Napoleonic & ECW wargaming, with a load of old Hooptedoodle on this & that


Monday, 30 September 2019

The Miracle of St George - contd.

Further to yesterday's post, I got an interesting suggestion from the Duc de Gobin, the noted historian, engineer, velocipedist, wing-walker and collector of small invertebrates. The Duc suggested that my "cross on the window" experience might be the work of the dreaded Slug of St George.

Naturally, one is obliged to approach such matters with a certain laddish sang froid, to avoid giving an impression of ridiculous intemperance, but this morning's new development is....

THE CROSS HAS REAPPEARED


Now then - it's not a new cross, it's exactly the same one - it's just come back after a day of not being there. Right.


What have we got here? - if it's a person that's done this, what are the implications?...

* Well, the roof out there is steep and slippy and quite high up. Quite apart from what they might mean by such a sign, I'm not sure I'd wish to meet someone who could do this.
* The Army have recently been conducting training exercises on the beach behind my house, which involved twin-engined helicopters and suchlike at 3am. I've not been marked as a target, surely?

Let's assume that it's just a minor freak of nature, then....

OK. First off, apologies for the duff photograph - it was more easily visible on Saturday night - snag with night photography of windows is that the reflections of what is inside the window would probably be more scary than what is outside. The photo should be judged in context - no-one complains that the imprint on the Turin Shroud, for example, is a little underexposed. For supernatural evidence, crap photography is essential.

It is very obvious that what we have here are two slug tracks across my window, and they only show up when there is condensation on the outside - viz Saturday night and this morning. So that's a bit of a relief, except that...

* just why did a slug choose to make a sign he doesn't understand on my window? Who told him to do it?
* since I've never knowingly had slug-tracks on my windows in the 19 years I've been living here, why did I get two in one night?
* how long do you reckon it would take to train a slug to do this?

All in all, I don't think I've heard the last of this. I shall take care to keep a 1st edition copy of A.B. Mayne's Essentials of School Algebra under my pillow for a while.


18 comments:

  1. Well at least we are now reassured that the marks were not left by a winged creature of the night trying to scratch its way through the glass to get to its prey. Aren't we?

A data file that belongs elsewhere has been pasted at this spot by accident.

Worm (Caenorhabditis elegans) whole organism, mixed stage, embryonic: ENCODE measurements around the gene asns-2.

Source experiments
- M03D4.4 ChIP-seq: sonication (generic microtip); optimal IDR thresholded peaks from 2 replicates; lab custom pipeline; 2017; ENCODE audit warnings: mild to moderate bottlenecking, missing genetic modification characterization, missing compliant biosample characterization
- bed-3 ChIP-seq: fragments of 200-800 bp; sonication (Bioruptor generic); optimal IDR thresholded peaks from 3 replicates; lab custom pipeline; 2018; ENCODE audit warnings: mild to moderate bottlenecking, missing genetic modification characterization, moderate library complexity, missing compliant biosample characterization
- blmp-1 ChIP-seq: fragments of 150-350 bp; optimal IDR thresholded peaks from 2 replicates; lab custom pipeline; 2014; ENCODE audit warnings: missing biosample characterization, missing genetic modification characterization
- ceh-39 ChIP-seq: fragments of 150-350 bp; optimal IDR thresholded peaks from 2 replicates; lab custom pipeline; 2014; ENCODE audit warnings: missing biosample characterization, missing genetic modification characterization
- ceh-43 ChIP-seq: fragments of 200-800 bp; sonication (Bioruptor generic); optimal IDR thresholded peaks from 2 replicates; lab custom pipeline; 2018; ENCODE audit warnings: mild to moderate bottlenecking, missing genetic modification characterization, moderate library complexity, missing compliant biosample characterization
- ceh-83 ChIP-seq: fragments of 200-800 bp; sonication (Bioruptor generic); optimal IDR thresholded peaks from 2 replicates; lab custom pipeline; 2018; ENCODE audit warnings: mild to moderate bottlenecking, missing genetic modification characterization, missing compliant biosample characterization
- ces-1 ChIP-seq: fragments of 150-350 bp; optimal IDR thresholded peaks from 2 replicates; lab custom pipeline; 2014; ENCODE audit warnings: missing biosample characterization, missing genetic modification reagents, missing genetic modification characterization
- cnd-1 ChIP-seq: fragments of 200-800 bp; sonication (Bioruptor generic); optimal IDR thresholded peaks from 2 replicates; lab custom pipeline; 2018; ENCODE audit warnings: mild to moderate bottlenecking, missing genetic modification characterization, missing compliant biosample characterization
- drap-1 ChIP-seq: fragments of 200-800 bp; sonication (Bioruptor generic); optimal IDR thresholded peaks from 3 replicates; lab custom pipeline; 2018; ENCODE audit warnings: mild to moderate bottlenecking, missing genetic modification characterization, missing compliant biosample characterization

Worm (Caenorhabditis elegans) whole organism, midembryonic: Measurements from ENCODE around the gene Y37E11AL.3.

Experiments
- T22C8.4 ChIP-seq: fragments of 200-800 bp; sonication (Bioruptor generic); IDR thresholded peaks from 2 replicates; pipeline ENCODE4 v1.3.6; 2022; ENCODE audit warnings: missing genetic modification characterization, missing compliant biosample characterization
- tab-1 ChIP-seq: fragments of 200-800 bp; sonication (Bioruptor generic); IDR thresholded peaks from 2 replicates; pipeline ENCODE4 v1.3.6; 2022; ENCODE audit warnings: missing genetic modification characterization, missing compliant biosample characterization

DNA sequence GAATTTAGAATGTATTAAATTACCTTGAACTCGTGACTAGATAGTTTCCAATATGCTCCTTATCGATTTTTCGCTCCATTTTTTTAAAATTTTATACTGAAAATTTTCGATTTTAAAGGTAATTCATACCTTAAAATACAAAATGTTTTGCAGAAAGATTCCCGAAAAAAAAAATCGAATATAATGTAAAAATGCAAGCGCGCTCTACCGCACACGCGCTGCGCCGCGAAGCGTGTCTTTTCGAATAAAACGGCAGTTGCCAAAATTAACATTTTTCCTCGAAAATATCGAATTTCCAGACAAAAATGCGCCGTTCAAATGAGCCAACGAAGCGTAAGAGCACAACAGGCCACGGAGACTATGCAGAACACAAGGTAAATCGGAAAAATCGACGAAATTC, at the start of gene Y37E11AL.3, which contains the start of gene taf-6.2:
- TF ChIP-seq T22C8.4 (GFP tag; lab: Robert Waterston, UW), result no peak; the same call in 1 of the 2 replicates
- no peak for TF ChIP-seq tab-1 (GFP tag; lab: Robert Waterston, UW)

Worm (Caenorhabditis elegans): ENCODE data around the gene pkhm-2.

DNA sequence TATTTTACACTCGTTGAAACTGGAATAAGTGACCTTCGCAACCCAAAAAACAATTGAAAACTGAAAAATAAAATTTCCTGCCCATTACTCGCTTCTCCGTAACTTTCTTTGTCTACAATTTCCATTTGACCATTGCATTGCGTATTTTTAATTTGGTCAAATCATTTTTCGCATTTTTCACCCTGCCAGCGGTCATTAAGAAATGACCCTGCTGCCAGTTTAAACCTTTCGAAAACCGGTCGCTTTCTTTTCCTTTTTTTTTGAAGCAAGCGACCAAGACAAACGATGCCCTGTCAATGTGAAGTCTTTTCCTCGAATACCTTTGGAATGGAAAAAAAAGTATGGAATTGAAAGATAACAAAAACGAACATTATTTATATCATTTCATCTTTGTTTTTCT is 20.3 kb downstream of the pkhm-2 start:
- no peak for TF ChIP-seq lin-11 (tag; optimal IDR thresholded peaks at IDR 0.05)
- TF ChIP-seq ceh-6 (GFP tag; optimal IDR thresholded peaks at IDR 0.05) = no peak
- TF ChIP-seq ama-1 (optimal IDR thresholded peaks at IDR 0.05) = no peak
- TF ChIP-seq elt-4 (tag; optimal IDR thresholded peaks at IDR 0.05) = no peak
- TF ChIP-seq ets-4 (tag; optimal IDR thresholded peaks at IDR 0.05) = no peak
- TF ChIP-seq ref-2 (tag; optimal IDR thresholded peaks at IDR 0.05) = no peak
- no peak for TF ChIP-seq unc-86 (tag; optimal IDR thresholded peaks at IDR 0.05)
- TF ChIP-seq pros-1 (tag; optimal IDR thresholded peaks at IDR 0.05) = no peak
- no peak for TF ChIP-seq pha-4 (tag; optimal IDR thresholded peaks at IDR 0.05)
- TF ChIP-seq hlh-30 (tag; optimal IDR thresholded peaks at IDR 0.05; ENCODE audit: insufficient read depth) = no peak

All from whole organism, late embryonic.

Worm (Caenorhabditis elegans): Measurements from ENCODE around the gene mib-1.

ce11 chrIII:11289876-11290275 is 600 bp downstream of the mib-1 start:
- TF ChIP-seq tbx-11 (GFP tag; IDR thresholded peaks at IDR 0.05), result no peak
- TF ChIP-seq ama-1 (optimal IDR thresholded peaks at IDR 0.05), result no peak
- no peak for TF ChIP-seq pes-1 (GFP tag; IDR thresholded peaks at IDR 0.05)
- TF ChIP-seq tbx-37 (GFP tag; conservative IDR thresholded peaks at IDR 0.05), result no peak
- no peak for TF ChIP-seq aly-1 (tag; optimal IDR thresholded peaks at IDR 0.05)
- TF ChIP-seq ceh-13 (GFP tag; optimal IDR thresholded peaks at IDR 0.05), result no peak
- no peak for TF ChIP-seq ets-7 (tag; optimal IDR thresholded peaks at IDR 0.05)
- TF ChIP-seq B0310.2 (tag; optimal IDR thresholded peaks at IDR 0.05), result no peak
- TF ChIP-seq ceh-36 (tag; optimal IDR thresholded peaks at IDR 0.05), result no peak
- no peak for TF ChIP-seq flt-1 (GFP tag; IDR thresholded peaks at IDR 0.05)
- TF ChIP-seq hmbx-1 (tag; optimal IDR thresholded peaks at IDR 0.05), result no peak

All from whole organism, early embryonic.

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  2. Curious. If you have been designated as training ground for the Scottish Synchronised Sliming Team for the next gastropod Olympics, why is it not a saltire?

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  3. You're right, it seems a bit regular for a natural phenomenon. That looks like somebody is messing with your head, but given that said person runs a serious risk of falling from a slippery steep roof and breaking their neck and/or being caught in flagrante and arrested by the police it seems an extraordinary length to go to just to mess with someone's head. I know it might seem like overreaction but is it worth having a friendly chat with the local police? At the very least, if someone is targeting you in this way, seeing police cars round at your place might make the them think again if they are just doing it out of a bit of devilment.

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    1. Ah - good idea, but I live on a farm and the appearance of a police car anywhere around here is much less likely than any kind of common-all-garden supernatural event. A friendly chat with the local police is either 999 or else a message left on an answering service in Edinburgh.

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  4. Another option is perhaps to place a flag of St Andrew in that window to show that you are no friend of the saasenachs and he can move on to another victim.

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    1. I was thinking I might pretend I hadn't noticed it. Things are pretty quiet around here, so let's see what happens.